The exposure of sexual violence and scandal at Penn State University has pushed many university officials to review their sexual harassment prevention policies. Historically, it was the Second Wave feminist movements of the 1970s that raised awareness about sexual harassment in the workplace and pushed for legislation and legal recourse. Feminist theory also helps explain some of the perplexing events at Penn State University.
Across the United States, school districts face dwindling state aid, increased costs, and layoffs. Voters are deciding on hard-times budgets and school administrators are making do with fewer resources. As the recession and slow economic recovery play out in American schools and communities, a new wave of gender inequalities has emerged. One sociological tenet contends that in times of economic hardship social inequalities tend to grow more marked rather than diminish.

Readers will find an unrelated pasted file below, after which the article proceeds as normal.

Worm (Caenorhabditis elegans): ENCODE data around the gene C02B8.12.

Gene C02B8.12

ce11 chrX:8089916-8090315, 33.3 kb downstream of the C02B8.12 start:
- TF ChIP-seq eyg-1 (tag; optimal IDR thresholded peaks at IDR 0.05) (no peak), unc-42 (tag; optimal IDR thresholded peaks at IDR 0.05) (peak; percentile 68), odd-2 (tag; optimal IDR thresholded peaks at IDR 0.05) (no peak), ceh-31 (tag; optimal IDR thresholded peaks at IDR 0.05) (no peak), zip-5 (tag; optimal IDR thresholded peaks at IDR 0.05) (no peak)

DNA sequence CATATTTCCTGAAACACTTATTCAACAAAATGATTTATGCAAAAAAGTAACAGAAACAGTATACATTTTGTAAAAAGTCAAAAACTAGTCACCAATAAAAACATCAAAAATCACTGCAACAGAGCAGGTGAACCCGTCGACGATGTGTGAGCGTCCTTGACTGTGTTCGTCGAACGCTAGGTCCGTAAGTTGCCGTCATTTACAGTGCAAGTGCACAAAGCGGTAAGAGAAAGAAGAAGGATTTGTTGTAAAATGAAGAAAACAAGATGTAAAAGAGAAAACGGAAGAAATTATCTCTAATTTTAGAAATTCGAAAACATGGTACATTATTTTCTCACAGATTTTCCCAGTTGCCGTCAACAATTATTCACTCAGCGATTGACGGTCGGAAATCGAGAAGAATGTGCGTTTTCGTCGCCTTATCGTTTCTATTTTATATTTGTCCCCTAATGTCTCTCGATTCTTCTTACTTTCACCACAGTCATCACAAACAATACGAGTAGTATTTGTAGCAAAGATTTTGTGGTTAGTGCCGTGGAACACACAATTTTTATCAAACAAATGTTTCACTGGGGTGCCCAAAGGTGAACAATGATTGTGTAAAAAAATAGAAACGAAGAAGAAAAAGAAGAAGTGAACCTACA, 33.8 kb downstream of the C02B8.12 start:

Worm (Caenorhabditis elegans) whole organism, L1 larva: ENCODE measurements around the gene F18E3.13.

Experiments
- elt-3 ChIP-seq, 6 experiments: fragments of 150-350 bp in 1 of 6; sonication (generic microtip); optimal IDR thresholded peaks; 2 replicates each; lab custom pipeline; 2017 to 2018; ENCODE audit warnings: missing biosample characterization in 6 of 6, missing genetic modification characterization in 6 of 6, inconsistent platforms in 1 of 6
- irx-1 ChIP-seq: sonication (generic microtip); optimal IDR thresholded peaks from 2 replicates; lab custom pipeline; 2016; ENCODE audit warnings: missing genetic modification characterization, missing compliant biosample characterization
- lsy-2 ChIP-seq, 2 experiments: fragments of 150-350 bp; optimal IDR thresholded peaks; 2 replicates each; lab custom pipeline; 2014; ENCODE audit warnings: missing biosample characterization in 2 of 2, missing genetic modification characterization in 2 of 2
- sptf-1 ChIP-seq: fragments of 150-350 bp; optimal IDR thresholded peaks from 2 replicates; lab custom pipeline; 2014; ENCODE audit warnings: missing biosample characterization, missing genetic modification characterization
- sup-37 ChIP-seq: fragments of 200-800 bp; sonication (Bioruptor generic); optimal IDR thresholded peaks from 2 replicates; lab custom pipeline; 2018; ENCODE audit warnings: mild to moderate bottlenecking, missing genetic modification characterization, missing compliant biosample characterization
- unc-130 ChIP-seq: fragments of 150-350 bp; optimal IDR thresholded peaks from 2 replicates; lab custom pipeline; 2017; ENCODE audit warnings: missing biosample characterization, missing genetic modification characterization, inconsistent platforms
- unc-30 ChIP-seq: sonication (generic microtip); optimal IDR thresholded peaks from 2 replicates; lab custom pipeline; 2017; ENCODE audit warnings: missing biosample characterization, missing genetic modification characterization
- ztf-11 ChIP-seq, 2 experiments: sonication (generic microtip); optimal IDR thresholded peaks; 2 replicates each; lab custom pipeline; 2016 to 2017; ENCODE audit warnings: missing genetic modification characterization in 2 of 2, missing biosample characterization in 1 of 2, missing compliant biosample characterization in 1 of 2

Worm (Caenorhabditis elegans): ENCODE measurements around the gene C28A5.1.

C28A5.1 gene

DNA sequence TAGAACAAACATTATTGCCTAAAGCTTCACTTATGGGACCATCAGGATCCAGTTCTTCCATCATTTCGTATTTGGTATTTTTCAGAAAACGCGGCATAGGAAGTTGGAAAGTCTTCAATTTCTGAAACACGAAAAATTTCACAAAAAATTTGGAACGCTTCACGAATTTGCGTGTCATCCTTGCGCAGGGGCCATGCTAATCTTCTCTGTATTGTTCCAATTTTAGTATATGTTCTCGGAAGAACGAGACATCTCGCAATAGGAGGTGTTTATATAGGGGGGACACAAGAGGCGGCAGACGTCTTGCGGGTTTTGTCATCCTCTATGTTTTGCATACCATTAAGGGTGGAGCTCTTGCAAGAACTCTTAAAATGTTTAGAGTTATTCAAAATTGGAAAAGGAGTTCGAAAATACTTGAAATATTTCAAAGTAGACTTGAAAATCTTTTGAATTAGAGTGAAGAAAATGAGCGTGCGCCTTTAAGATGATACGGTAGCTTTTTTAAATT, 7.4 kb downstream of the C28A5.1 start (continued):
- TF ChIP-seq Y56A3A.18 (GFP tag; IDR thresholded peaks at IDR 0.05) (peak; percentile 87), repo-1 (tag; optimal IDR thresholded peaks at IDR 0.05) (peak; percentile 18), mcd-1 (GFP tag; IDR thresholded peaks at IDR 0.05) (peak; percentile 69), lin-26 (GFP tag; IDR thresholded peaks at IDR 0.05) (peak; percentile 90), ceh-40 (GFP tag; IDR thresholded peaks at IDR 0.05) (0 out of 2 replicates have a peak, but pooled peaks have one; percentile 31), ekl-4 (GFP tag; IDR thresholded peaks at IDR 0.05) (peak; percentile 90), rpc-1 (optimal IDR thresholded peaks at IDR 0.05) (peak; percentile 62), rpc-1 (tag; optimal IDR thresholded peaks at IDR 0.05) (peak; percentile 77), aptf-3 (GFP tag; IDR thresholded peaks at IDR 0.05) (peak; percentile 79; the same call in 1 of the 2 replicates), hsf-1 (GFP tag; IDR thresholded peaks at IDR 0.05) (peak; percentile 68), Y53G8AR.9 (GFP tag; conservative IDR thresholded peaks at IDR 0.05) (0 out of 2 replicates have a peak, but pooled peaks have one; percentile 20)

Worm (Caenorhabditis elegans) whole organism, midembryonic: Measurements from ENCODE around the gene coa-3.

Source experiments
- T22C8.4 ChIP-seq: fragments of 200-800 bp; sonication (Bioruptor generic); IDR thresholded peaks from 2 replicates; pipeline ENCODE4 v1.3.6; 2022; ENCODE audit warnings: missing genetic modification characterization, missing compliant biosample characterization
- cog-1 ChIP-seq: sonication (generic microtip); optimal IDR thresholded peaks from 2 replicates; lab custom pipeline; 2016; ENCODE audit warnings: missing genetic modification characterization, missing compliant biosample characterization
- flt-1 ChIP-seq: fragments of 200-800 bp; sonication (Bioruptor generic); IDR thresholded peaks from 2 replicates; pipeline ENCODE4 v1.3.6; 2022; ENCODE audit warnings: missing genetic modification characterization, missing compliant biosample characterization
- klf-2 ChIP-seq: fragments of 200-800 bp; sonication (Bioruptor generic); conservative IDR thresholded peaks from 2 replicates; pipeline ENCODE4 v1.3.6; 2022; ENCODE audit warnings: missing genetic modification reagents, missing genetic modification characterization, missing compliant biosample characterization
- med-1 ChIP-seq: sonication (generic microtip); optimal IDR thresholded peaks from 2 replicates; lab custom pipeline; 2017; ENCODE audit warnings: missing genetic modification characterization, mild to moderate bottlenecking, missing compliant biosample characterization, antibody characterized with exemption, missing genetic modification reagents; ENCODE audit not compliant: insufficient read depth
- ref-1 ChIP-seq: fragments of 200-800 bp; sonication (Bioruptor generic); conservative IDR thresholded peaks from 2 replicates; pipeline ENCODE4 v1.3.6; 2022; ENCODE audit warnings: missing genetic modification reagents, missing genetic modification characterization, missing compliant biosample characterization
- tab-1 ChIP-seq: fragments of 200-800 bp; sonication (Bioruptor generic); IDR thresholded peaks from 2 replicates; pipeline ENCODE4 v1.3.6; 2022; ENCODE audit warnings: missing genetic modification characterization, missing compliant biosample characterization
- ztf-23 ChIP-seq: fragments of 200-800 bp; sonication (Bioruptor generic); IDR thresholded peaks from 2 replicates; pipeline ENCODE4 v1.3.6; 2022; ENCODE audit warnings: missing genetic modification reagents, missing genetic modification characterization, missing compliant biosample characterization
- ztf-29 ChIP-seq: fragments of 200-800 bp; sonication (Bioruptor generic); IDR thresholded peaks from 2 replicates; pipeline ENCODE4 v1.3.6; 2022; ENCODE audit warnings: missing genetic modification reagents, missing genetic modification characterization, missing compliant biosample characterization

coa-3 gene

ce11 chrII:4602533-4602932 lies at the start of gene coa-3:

Adages that evoke the pain principle in sport include “No pain, no gain,” “Push yourself to the limit,”“Sacrifice your body,” “Suck it up,” “Perform in spite of pain,” or “Work through the pain.” Toughness is considered a prerequisite for success in sport and young athletes are often encouraged to “pay the price for victory.” Major league baseball manager Sparky Anderson reportedly explained to a player, “Pain don’t hurt.” In western culture sport has long been equated to masculinity (McKay, Messner & Sabo, 2000). The denial of pain in sport was seen as a masculine attribute, an earmark of toughness and masculine adequacy.